Benjamin Franklin Papers

To Benjamin Franklin from John Adams, 6 December 1780

From John Adams2

ALS: American Philosophical Society; copy:3 Massachusetts Historical Society

Amsterdam Decr. 6. 1780


I congratulate you, on the Return of your Health and thank you for the Extract from Dr Styles, which I have communicated to Mr Searle and Mr Dumas as you desired.— Shall be happy to See, the detail of Arnolds Conduct.

As long, as Congress and Courts Martial, inflict So gentle Punishments upon flagrant Criminals, and then entrust them with Commands and Employments as if nothing had happened, So Long we may expect to see Examples of Treachery, Desertion, and every other Villany. What an Instance of Bravery, and Baseness, this Man has exhibited.!

There is one Measure, however, that would Scatter more Knaves than all the Discipline of the Army, or than all Committees of Enquiry, which ever Sat.— It is a civil Action. Let the united States Sue, at common Law, every Man who has abused the publick Confidence, and let a Jury determine. I warrant you, a Jury would turn many a one out of his Charriot, into the Dirt.— Arnold was accused of Plunder or Peculations rather, by the Executive Council of Pensilvania. He ought to have been sued. If he had, he would never have had a Command again.

There are confused Rumours of Gates’s having obtained Advantages of Cornwallis, but as We have nothing from England for three or four Posts knew not their origins, or Credibility.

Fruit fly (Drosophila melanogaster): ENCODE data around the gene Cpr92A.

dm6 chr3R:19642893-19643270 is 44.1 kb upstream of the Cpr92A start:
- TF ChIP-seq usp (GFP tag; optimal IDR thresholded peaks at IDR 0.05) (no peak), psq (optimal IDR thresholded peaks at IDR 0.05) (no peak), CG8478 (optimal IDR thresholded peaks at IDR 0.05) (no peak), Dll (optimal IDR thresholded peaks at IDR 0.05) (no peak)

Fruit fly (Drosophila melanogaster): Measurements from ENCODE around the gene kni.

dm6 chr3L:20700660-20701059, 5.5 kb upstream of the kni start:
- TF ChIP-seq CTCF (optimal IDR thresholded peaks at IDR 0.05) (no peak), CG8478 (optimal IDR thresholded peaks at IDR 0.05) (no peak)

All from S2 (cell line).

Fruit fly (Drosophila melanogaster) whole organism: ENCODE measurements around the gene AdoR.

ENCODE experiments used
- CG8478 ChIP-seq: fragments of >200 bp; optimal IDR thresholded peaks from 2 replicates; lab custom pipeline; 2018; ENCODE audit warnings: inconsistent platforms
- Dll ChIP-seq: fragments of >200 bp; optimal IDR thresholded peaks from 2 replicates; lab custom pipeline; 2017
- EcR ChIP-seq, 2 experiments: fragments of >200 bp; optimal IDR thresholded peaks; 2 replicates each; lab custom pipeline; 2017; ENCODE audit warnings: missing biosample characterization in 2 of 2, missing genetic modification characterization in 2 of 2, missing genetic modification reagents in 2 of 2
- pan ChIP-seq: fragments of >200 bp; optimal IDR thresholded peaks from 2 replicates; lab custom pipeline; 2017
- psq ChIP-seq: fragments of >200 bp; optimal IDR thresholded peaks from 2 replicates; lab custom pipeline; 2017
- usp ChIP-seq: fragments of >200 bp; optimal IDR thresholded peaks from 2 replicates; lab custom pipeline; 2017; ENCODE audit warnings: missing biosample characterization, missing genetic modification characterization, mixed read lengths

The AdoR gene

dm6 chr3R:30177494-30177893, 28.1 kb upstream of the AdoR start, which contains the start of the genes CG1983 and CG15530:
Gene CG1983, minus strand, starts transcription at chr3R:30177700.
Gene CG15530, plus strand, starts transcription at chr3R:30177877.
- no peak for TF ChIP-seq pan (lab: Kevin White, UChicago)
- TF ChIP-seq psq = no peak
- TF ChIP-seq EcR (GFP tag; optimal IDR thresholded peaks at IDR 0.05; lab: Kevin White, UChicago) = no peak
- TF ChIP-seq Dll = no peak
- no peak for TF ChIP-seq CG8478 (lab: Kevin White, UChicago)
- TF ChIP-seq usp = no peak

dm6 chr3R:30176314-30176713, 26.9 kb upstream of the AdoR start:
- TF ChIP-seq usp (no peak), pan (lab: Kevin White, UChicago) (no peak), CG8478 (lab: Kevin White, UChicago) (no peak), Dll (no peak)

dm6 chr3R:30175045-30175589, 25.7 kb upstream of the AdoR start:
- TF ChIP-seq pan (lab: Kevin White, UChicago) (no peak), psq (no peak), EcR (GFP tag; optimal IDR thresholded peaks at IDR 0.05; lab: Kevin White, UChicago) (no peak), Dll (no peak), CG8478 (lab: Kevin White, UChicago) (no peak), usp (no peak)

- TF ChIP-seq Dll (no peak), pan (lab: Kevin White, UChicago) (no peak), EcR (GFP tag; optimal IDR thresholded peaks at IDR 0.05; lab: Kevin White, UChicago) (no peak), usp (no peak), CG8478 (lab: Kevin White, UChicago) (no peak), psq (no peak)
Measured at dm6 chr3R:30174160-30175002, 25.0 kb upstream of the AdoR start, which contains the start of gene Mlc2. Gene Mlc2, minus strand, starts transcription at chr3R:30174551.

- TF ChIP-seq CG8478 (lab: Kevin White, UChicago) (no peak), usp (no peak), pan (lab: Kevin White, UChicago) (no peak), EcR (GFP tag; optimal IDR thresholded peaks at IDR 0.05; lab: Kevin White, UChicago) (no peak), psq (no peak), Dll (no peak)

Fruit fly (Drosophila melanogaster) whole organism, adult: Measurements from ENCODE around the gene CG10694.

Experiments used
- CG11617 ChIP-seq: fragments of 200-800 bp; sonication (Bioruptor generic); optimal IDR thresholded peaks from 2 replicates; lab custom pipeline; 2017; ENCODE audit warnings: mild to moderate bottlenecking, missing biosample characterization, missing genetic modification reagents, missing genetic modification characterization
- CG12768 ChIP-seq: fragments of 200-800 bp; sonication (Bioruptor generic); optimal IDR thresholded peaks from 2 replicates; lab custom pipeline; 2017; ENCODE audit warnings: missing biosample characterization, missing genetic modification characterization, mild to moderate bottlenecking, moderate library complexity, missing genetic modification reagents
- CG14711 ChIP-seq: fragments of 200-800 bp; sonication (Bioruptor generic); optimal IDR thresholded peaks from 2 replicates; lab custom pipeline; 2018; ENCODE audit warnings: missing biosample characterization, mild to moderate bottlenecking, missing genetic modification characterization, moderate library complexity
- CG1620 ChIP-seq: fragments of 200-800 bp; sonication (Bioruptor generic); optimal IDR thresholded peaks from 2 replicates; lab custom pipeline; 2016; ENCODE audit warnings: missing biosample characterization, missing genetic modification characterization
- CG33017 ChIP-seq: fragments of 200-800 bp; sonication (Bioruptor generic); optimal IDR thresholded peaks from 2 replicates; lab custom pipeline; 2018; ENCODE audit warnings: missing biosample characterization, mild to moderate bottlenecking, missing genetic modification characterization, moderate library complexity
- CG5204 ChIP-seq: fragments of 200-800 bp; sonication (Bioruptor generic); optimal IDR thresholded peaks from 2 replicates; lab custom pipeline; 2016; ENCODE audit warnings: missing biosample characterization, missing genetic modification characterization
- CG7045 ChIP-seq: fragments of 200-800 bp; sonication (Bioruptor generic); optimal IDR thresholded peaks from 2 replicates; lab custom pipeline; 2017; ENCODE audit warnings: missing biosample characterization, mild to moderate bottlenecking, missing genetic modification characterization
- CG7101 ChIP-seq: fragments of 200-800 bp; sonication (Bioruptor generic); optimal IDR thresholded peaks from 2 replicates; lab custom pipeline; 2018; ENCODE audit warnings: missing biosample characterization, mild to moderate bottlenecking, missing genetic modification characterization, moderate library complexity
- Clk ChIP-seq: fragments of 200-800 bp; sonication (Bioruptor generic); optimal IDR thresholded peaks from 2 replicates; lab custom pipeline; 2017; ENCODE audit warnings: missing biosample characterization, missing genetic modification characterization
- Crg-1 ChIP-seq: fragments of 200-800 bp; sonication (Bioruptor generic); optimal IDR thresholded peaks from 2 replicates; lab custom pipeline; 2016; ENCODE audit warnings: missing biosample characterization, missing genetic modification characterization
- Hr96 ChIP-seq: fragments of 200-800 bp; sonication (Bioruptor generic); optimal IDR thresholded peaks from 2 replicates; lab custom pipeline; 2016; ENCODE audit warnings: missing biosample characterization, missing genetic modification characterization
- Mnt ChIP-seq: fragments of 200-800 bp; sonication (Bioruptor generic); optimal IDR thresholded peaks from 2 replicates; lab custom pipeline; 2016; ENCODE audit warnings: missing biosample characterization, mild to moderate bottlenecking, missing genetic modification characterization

It is Said in the Papers that M. Rochambeau, is come to Solicit for more Troops.—4 More Troops would do no harm, that I know of, but they are not wanted.— All We want is Money and Ships.— Men We have enough, and willing ones too.— Without ships, Troops will do no good at all.— Untill the Courts of France and Spain, shall see the Policy and Necessity of keeping a naval superiority in the American Seas, one little rascally Nation, will continue to make Sport of all the Nations of the Earth.

I have the Honour to be, with great Esteem, sir your most obedient sert

John Adams.

His Excellency B. Franklin Esq.

Notation: J. Adams. Dec. 6. 1780

[Note numbering follows the Franklin Papers source.]

2In answer to BF’s of Nov. 30, above.

3In JA’s hand.

4The Dec. 5 issue of the Gaz. de Leyde speculated that Rochambeau’s son (the vicomte de Rochambeau), now at Versailles, had come to request reinforcements for his father’s army.

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